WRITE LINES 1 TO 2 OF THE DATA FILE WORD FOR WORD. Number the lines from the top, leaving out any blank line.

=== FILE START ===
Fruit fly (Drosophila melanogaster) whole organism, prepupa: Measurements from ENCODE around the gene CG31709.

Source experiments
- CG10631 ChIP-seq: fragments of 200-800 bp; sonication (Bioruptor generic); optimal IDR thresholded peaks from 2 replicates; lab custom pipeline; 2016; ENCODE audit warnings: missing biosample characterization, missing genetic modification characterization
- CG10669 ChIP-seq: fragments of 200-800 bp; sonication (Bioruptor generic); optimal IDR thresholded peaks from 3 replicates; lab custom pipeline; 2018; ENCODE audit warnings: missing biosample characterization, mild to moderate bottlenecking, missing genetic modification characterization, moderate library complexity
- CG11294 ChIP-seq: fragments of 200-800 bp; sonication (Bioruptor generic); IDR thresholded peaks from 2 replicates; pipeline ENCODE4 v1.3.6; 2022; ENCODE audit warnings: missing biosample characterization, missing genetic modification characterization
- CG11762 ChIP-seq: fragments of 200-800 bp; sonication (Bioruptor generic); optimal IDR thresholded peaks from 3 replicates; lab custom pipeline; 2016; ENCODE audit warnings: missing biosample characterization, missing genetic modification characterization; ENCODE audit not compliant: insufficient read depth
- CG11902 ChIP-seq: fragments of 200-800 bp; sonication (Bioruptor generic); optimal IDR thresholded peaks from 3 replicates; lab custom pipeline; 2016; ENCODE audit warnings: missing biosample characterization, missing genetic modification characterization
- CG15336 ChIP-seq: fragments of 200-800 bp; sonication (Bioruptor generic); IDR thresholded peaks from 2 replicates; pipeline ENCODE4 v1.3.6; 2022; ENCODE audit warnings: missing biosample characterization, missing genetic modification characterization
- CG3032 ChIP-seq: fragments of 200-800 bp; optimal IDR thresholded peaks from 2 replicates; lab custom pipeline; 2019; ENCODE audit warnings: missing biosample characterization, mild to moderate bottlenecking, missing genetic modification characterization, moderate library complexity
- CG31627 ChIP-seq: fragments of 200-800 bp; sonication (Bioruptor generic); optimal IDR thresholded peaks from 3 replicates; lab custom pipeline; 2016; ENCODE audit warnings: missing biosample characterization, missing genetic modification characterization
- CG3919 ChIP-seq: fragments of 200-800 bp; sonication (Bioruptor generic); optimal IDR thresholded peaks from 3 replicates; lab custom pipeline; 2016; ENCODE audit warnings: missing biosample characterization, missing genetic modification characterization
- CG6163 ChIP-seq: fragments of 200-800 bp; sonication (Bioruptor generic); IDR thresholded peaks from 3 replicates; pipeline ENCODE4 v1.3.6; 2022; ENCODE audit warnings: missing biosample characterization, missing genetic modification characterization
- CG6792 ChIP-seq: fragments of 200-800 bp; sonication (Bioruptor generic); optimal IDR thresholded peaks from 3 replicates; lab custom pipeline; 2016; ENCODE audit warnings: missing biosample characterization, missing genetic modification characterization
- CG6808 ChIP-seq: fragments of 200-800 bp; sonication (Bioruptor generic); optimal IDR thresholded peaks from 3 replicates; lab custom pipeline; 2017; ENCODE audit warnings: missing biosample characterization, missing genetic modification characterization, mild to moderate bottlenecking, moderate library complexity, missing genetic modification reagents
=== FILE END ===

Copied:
Fruit fly (Drosophila melanogaster) whole organism, prepupa: Measurements from ENCODE around the gene CG31709.

Source experiments